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Thread: Inka Dinka Doo

  1. #27
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    Lovely sketches! I like your linework very much, it give a very nice feeling. :o)

    Just a quick question: when you sketch outdoors, do you eyeball everything and draw it straight
    on paper, or do you make some guidelines - mental or not - to establish the right perspective?
    I´m guessing the more you´ve done things, the quicker and better judge of the visual relationships
    you become, but it´s always been a fearsome subject this one, so thought to ask. :o)
    The key is to start doing. The rest falls into place eventually.

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  4. #28
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    @JakehC - Thank you!

    Quote Originally Posted by RaliVanMinks View Post
    Lovely sketches! I like your linework very much, it give a very nice feeling. :o)

    Just a quick question: when you sketch outdoors, do you eyeball everything and draw it straight
    on paper, or do you make some guidelines - mental or not - to establish the right perspective?
    I´m guessing the more you´ve done things, the quicker and better judge of the visual relationships
    you become, but it´s always been a fearsome subject this one, so thought to ask. :o)
    Thanks! I don't generally need to draw perspective guidelines when I am looking at an object because judging the angle (or measuring it with a pencil) is much faster, and time is frequently an issue when drawing outside. Even if you are drawing a building and it is not going to move, it is likely that someone will come and park a truck in front of you. When sketching outside some accuracy must be sacrificed for speed.

    The more you practice the more you improve in judging visual relationships, but even after many years of sketching I find that I sometimes have to check angles or distances using the pencil as a measuring tool, or to draw the negative space as well as the positive. I usually sketch the object or person lightly with a pencil to ensure that I am not too far off before I begin to make permanent lines in ink.
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  5. #29
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    That´s some really helpful information, thanks for clarifying! It makes sense, entirely.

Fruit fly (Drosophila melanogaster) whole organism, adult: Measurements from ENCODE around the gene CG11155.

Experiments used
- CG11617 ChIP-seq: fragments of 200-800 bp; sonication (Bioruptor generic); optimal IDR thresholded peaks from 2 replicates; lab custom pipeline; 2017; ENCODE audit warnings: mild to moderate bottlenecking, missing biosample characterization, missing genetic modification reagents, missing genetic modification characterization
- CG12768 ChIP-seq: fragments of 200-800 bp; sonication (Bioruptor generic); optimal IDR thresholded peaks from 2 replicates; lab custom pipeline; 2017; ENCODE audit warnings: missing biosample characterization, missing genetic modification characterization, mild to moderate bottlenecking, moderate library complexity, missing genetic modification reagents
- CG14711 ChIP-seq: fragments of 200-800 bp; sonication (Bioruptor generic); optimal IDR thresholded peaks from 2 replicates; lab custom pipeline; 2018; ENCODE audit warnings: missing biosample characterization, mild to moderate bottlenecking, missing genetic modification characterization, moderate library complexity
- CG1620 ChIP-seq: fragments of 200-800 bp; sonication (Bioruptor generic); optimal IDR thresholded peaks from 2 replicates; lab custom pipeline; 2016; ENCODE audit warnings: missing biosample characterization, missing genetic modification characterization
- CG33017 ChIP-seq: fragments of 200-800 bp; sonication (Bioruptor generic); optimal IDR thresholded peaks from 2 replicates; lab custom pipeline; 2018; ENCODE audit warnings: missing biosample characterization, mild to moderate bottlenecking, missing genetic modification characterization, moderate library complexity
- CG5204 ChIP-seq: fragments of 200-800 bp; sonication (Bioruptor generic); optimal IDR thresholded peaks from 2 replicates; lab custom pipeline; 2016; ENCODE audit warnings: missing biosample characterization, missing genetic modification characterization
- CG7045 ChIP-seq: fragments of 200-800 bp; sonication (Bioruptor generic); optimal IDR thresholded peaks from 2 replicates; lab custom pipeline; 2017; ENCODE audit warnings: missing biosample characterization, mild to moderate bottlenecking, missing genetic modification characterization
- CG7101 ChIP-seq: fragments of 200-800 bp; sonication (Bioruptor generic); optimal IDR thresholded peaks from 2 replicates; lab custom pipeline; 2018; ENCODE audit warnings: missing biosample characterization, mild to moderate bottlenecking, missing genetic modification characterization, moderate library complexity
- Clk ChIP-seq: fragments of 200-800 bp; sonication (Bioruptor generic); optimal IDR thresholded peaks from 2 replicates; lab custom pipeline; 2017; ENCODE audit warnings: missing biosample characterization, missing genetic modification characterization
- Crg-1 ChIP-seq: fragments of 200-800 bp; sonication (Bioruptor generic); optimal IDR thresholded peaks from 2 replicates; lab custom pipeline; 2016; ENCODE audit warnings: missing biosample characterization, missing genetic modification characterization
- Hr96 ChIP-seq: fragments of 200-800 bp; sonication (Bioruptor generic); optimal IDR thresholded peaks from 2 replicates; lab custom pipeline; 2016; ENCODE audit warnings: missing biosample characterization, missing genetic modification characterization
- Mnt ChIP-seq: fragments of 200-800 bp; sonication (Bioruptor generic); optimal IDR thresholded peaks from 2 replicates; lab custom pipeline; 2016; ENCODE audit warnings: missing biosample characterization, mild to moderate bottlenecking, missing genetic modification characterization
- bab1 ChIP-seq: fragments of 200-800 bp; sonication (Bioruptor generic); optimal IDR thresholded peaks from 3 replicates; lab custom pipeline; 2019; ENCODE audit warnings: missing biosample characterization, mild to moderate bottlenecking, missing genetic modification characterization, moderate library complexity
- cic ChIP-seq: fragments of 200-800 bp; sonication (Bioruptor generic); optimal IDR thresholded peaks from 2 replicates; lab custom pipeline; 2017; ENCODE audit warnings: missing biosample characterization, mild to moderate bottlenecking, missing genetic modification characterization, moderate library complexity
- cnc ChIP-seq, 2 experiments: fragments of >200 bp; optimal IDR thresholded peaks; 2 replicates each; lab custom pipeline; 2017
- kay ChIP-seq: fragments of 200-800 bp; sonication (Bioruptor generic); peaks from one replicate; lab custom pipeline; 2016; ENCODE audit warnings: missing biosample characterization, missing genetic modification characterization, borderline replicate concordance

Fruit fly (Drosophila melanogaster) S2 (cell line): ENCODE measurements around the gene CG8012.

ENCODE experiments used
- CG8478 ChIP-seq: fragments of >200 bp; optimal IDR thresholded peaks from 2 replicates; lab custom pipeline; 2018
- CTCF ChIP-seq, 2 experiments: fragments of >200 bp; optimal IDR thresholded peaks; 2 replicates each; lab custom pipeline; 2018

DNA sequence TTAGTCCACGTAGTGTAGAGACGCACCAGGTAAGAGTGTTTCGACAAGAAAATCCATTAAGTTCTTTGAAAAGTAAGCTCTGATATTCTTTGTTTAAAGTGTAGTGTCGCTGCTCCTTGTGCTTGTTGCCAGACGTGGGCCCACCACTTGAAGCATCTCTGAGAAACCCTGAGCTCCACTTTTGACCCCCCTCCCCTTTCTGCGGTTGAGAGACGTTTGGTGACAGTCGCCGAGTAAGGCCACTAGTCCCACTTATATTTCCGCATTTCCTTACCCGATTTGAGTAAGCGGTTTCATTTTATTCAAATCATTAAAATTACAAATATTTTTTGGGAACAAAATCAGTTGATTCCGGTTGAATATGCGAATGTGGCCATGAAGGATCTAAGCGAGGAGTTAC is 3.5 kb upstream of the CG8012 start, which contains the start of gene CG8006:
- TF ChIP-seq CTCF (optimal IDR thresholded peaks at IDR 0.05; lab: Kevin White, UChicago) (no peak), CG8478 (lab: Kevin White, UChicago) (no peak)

I´ll try the pencil method and angle relationships´ observation a bit more, and hopefully it´ll
    become a healthy habit from here on. It´s so much easier to see those angles in references, but
    it´s probably exactly what you mentioned, that in real life things actually move and you get eventually
    some kind of obstacles in your visual plane. Thank you very much for the insight! :o)
    The key is to start doing. The rest falls into place eventually.

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  6. #30
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    Hey vineris!
    Finally stopping by, love the line quality here, very sharp, and the (for the most part) small set of values. See you in the forums!
    "It is ten per cent how you draw, and ninety per cent what you draw. "
    -Andrew Loomis


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  7. #31
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    Quote Originally Posted by RomanRiot View Post
    Hey vineris!
    Finally stopping by, love the line quality here, very sharp, and the (for the most part) small set of values. See you in the forums!
    Thanks a bunch! I haven't been around much lately since my laptop browser seems to choke on images, but hopefully I can get that fixed soon.

    Here are some life sketches from February and March.

    February sketch-out at the conservatory. They had a Chinese New Year exhibit with foo dog statues and bonsai and other things I didn't have the time to sketch.
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    March sketch-out at the Royal Alberta Museum. They have a collection of stuffed animals that are more interesting to draw from than photos.
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    And I'm working on a personal project, doing some chapter illustrations based on the book "The Girl Who Soared Above Fairyland and Cut the Moon in Two". I love the Fairyland series and it has such rich visual imagery that I thought it would be fun to do an illustration for each chapter. These are the first two chapters:

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    I've just finished inking the third and am working on the underdrawing for the fourth. I need to finish the thumbnails for the rest of the chapters soon because I don't think the library will let me renew the book again...
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  8. #32
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    Random sketches from imagination:

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    Orchids in ballpoint pen:

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    Life sketches from April:

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    Downy woodpecker and dead tree branch, from some photos I took last year:

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  9. #33
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    Hey Vineris,

    As always, love the pen stuff. Especially nice to see such a great variety of line weight and style. Keep going on those illustrations for the chapter book, cool idea!
    "It is ten per cent how you draw, and ninety per cent what you draw. "
    -Andrew Loomis


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